In the subgroup of treatment time, the effects on sperm morphology and density were all observed at 3 months but not at 1 month, which may be related to the period of spermatogenesis. As we know, the whole spermatogenic period requires approximately 72 days in humans (Muciaccia et al., 2013), so semen quality starts to change at least 72 days after SSRIs use. Therefore, 1 month of SSRIs use may not impact semen quality. However, Tanrikut et al. noted that paroxetine can induce abnormal sperm DNA fragmentation at 4 weeks, which concluded that the impact of SSRIs was on sperm transport rather than on spermatogenesis (Tanrikut et al., 2010). In our opinion, the 5-weeks exposure period may not completely reveal the effect of SSRIs on semen parameters and cannot be used to detect the impact on spermatogenesis. In the disease subgroups analyses, different disease subgroups had different results, probably owing to the limited number of included articles, so more literature needed in the future to explore the effect of SSRIS on semen quality in different disease subgroups.
To understand the relationship between SSRIs and semen quality, researchers began with experiments involving animals. Many studies have revealed that SSRIs have a negative effect on male fertility in animals. In an experimental rat model (Alzahrani, 2012), 15 rats were stochastically assigned to receive 3 oral doses of fluoxetine (2.6, 7.8, 13.0 mg/kg/day) for 5 days. The results showed that in the experimental group, the sperm count and sperm motility significantly decreased, and the proportion of abnormal sperm morphology significantly increased, which all existed in a dose-dependent manner. In a similar animal study (Ilgin et al., 2017), 24 rats were divided into 3 groups to receive oral doses of citalopram hydrobromide (CTL) at 5, 10, and 20 mg/kg/day for 28 days. Sperm concentration, morphology and motility were measured by a computer-assisted sperm analysis system, and sperm DNA damage was observed by means of the comet assay. They found that in the CTL experimental groups, the sperm concentration and normal sperm morphology were significantly decreased, and sperm DNA damage was significantly increased. Bezerra et al. found that use of fluoxetine and sertraline in rats for a long period of time may reduce the sperm count and accelerate transit time through the epididymal cauda (Bezerra et al., 2019). Regarding the impact of SSRIs on offspring, Vieira et al. found that after pregnant rats received 7.5 mg/kg fluoxetine daily, both the weight of the seminal vesicle and the sperm count were decreased in male pups (Vieira et al., 2013).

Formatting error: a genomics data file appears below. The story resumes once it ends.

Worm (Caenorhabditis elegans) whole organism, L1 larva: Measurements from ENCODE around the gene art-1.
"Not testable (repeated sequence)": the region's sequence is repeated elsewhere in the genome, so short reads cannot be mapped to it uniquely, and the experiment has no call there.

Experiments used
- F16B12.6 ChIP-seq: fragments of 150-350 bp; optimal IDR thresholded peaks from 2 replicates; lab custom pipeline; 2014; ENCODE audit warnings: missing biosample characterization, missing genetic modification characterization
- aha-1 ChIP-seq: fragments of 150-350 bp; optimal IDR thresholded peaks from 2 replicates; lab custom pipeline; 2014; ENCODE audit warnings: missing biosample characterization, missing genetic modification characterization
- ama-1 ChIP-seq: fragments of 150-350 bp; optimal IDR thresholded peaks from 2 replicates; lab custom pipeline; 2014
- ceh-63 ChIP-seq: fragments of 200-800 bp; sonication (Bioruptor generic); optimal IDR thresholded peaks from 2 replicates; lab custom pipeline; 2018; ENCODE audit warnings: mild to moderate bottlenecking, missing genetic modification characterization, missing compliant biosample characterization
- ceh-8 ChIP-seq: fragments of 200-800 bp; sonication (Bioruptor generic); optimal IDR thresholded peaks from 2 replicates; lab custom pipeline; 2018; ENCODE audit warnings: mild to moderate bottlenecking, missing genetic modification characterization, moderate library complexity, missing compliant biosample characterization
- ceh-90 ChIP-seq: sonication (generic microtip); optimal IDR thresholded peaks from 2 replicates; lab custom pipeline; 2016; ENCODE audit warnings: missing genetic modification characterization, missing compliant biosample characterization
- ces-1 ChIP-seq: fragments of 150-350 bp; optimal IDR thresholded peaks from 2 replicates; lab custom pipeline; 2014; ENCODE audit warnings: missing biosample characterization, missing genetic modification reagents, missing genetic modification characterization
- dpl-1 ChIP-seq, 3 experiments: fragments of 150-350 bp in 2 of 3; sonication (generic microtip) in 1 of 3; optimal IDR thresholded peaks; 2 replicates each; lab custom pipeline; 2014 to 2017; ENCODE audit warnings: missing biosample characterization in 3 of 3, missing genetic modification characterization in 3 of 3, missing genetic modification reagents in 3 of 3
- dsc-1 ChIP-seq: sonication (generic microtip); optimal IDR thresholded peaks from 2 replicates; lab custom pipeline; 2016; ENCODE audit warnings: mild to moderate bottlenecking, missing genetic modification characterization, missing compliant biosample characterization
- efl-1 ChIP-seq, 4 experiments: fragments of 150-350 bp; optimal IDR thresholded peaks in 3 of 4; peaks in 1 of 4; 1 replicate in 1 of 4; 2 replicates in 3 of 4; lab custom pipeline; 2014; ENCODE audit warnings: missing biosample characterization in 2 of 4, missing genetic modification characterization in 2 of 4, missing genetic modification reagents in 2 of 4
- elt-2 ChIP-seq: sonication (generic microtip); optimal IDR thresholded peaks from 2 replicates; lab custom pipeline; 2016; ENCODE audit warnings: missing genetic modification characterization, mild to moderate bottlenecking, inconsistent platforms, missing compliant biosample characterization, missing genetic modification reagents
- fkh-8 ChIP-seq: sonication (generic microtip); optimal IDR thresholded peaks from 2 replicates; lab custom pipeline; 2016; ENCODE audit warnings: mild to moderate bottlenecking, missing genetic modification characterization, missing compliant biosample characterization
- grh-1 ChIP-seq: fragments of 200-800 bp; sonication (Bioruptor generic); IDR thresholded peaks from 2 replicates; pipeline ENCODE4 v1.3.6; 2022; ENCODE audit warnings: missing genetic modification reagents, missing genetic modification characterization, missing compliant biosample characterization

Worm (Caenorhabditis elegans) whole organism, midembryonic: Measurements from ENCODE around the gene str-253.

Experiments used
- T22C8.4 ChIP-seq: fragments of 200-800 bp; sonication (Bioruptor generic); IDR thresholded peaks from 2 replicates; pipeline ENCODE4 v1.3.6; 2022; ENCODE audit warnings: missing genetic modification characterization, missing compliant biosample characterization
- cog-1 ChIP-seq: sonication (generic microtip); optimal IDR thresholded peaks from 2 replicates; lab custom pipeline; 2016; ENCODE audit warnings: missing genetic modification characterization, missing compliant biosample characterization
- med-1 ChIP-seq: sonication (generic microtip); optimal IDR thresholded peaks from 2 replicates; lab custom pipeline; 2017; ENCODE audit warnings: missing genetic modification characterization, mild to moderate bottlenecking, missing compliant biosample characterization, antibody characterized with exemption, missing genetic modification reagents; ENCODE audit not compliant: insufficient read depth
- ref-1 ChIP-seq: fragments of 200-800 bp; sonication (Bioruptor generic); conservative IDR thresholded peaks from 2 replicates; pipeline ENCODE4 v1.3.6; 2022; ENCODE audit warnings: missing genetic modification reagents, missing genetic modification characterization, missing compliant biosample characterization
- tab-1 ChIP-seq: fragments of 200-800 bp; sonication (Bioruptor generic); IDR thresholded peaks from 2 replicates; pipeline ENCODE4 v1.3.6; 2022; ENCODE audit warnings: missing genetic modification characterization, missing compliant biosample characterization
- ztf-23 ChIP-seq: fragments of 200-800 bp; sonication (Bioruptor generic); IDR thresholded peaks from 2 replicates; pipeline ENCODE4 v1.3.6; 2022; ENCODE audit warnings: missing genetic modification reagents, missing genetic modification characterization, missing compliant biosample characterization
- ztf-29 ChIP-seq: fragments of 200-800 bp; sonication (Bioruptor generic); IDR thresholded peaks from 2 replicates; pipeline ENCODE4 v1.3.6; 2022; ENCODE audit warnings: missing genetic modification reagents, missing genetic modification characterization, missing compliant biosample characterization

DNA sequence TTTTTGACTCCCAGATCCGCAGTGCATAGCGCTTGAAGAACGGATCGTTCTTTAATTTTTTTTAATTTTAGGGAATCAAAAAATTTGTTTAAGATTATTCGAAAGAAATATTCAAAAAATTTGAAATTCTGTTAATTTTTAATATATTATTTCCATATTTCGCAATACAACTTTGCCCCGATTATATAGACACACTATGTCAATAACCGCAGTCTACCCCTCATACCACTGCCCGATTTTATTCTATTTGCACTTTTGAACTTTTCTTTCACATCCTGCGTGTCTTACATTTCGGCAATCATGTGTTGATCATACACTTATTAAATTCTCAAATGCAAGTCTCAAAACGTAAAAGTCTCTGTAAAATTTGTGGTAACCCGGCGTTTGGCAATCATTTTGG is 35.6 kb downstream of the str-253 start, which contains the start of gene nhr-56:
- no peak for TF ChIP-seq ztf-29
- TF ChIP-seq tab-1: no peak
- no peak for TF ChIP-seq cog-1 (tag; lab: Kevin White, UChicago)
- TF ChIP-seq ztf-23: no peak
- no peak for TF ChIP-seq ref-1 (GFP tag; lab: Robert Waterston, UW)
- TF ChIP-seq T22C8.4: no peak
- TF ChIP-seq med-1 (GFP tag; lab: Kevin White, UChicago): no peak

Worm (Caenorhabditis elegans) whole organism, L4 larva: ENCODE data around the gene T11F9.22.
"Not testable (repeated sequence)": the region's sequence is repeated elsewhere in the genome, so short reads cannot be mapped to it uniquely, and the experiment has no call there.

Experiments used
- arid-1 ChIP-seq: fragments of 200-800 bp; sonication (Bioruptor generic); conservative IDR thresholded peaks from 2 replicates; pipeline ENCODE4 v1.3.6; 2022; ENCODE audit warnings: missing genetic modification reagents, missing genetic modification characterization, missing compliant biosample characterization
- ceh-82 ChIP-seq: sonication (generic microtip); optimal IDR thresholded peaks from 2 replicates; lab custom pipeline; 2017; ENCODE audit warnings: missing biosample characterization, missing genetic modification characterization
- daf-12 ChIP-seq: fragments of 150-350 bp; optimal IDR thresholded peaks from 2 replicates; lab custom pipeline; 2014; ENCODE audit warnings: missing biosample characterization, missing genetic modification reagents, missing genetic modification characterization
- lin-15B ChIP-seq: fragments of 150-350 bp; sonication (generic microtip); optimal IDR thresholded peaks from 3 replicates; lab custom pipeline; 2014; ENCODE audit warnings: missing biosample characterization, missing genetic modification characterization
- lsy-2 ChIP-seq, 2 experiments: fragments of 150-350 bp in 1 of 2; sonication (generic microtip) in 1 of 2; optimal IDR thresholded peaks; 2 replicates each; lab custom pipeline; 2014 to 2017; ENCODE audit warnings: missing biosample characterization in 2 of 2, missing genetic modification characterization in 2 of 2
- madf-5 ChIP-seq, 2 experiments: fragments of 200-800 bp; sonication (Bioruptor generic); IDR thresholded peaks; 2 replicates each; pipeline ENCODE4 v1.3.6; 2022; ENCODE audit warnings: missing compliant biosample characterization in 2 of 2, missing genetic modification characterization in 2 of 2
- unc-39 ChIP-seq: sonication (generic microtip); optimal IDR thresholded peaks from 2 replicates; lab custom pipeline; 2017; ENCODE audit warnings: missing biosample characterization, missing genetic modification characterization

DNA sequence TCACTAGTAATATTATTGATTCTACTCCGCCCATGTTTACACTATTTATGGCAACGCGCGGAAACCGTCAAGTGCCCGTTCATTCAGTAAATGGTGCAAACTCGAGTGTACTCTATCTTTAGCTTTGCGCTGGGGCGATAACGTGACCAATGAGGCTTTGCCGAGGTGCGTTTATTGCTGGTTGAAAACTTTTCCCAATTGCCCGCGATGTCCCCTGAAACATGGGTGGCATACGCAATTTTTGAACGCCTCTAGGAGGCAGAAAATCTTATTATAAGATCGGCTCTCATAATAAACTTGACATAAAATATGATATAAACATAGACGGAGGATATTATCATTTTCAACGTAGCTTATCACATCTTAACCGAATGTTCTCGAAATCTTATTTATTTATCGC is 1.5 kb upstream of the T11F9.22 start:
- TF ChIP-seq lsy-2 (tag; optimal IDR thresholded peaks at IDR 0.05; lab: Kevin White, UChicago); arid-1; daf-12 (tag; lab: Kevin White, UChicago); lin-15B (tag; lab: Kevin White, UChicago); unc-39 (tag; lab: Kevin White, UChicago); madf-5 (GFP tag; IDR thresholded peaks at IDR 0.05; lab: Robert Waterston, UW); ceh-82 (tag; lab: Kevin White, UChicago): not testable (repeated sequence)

In an vitro experimental study (Kumar et al., 2006), diluent SSRIs (paroxetine, fluoxetine, sertraline, citalopram and fluvoxamine) were mixed with human sperm samples. The authors observed that all the SSRIs antidepressants had spermicidal activity and that fluoxetine had the highest activity, which was probably related to the inhibition of oxidative phosphorylation in semen mitochondria to affect ATP synthesis. Moreover, this study also found that the addition of 5-hydroxytryptamine (5-HT) did not affect the spermicidal effect of SSRIs, suggesting that this effect was not mediated by 5-HT transporters.
Elnazer et al. reported a 30-year-old man with a diagnosis of mixed depressive and anxiety disorder who was treated with citalopram for almost 3 years (Elnazer and Baldwin, 2013). The patients had abnormal semen parameters during citalopram therapy, but after 4 months of discontinuation of citalopram, the sperm concentration, sperm motility, and sperm morphology all showed an obvious increase. Moreover, Tanrikut et al. reported early cases of oligozoospermia in two depressed patients (Tanrikut and Schlegel, 2007). One was treated with citalopram, and the other with sertraline. After discontinuing the SSRIs for several weeks, semen quality significantly improved, suggesting that the SSRIs impacted the transport of sperm rather than disrupting spermatogenesis.
At the same time, some articles that did not meet our inclusion criteria reported that SSRIs have a negative effect on semen quality. In a prospective study (Relwani et al., 2011), Relwani et al. summarized that sperm motility observably decreased when SSRIs were combined with other psychotropic drugs, but when SSRIs monotherapy was administered, sperm parameters did not significantly change. Moreover, Yland et al. (2021) observed that recent use of psychotropic medications had an impact on all semen quality parameters except semen volume.
However, these effects may be reversible. Tanrikut et al. reported that sperm concentration and sperm motility were obviously increased after 1–2 months of the discontinuation of SSRIs (Tanrikut and Schlegel, 2007). Similarly, in another study, after stopping SSRIs treatment, semen quality reversed to baseline (Tanrikut et al., 2010). Therefore, during the treatment period, patients can temporarily delay attempts to conceive until the use of SSRIs is stopped.